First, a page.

I had the pleasure of interviewing Andy England, CEO of National CineMedia (NCM), an executive with a long and storied career in business, media and marketing for brands from top companies including MillerCoors, OpenTable, Hershey, Nabisco and Cadbury Schweppes. In his current role, he connects brands to movie audiences through NCM’s Noovie movie theater pre-show and growing suite of digital products including Noovie ARcade and Fantasy Movie League.
Thank you so much for doing this with us! Could you tell us more about yourself?
Well, I grew up in England, moved to the U.S. when I was 24, and have spent the last 30 years in a variety of consumer-facing companies in marketing and general management roles, including VP of Marketing for OpenTable and CMO for MillerCoors. Since 2016, I’ve been the CEO of National CineMedia (NCM), the largest cinema advertising network in the country. So essentially, I went from being a client of cinema to becoming its leading advocate, which to me says a lot about the power of the medium.
How do you synchronize large teams to effectively work together?
I think you do a few different things. First, you need to bring leadership together both geographically and strategically. Creating the right physical environment that encourages interaction and collaboration is essential. It’s also a good idea to make collaboration one of your core company values and to communicate its importance in everything you do. When it comes to company strategy, my belief is that it should be created by the senior leadership team in as inclusive a manner as possible to get everyone’s buy-in, and incentives then need to be aligned to make sure everyone is working toward the same goals.
What is the top challenge when managing global teams in different geographical locations? Can you give an example or story?
I think the top challenge is defining what needs to be the same, and what can be different. What I mean by that is, every market thinks that they’re unique and should be managed differently and be allowed to do things their own way. But the fact is that there are both cultural and financial benefits to managing all global businesses similarly, while still allowing for regional differences. For example, in my MillerCoors days, we aligned a team around the things that must be the same — the brand’s look and positioning — but remained flexible around things that could be tailored to the needs of each market, such as which sports we sponsored in each country. Because hockey matters in Canada, but not so much in Texas.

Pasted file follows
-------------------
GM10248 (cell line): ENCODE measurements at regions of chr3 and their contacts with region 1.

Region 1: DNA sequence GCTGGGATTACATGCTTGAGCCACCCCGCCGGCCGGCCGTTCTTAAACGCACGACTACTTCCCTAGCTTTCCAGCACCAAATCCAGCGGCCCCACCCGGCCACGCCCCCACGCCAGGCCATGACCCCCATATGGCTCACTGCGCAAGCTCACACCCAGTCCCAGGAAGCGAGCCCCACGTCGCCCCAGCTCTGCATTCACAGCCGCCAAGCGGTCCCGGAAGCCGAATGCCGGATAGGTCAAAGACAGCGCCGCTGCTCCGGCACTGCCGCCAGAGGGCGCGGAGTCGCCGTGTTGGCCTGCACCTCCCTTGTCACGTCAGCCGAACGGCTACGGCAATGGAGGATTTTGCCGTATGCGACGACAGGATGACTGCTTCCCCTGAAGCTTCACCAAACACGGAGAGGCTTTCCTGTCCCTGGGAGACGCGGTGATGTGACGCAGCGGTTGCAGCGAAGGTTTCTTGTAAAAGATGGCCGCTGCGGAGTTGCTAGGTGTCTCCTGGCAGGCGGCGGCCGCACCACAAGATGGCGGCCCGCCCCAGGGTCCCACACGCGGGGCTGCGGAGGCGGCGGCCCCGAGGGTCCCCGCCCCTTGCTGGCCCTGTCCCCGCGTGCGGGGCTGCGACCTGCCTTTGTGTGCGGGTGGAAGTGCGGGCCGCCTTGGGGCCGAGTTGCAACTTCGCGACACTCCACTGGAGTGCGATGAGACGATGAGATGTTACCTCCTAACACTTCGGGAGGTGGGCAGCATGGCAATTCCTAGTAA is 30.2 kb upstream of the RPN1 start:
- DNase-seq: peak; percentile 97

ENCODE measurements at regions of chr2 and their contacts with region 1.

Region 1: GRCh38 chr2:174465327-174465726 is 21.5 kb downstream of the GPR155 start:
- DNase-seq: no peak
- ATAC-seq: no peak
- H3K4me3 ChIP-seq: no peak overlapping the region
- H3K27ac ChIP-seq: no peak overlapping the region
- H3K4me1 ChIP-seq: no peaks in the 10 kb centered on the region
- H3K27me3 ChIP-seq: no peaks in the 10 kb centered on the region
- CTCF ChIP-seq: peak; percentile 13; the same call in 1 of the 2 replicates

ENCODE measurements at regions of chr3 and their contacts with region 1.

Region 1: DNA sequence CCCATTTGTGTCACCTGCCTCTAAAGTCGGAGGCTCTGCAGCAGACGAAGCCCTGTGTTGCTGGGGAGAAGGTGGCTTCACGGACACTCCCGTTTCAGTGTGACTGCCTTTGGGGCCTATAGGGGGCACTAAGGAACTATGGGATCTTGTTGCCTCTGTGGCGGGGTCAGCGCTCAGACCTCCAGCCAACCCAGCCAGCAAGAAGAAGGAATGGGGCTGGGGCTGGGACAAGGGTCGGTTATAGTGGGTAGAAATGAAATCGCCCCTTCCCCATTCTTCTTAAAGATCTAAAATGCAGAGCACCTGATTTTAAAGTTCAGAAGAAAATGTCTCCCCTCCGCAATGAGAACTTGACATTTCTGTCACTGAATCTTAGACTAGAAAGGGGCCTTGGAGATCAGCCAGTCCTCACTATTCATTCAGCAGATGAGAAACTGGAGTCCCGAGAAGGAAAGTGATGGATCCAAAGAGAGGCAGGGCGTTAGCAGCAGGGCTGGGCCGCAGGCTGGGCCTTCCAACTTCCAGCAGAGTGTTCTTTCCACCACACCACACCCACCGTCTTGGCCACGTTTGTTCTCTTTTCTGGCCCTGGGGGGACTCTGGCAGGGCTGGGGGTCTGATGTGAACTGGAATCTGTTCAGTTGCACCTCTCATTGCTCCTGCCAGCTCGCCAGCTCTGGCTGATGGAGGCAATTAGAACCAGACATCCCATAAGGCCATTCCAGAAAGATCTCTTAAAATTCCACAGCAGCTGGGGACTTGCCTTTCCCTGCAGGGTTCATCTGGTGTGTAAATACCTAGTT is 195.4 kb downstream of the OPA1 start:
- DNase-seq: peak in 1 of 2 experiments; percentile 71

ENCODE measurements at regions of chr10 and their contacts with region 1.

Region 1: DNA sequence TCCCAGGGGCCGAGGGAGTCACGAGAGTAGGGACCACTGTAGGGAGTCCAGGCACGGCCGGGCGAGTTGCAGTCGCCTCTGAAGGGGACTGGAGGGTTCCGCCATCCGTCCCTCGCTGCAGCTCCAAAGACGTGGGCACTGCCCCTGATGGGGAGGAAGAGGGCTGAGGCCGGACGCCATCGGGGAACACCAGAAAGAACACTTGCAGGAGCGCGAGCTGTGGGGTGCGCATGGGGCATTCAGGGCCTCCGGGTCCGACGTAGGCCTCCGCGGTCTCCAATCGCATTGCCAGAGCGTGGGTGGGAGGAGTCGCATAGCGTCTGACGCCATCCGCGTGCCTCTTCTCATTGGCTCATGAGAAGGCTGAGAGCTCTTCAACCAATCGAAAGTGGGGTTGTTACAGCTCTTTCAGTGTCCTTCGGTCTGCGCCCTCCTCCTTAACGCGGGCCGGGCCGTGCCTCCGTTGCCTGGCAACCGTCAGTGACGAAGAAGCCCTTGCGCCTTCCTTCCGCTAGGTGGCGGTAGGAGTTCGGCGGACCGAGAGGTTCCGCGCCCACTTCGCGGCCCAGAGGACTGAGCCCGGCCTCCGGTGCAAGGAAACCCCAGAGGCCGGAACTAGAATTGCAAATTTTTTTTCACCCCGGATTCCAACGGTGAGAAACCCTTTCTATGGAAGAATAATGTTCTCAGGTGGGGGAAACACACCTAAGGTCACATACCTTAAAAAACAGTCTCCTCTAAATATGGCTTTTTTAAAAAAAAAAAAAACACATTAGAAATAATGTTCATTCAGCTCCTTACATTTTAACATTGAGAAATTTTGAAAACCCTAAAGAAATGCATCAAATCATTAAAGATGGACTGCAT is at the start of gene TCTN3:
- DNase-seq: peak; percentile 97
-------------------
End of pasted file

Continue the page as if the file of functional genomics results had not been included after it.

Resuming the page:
Based on your personal experience, what are the “5 Things You Need To Know To Successfully Manage a Team”.
What is the mission? — When Miller and Coors merged into a joint venture in 2008, it was articulated to Wall Street that we would deliver $500 million in synergies. That was a key metric of what defined success, and that mission was a galvanizing force in the first three years of the merger, and as a management team we significantly overdelivered on that promise. Everyone needs to agree on what the mission is to be able to achieve it.
What are the skills required to be successful? — At NCM, one of our core strategies is to build out our digital business. In order to do that, we need a variety of skills in digital product development, digital software engineering, data management, digital advertising operations, digital advertising sales and more. So, identifying where those skillsets exist today, and where we can find the missing pieces, is critical. You need to have the right tools to get the job done.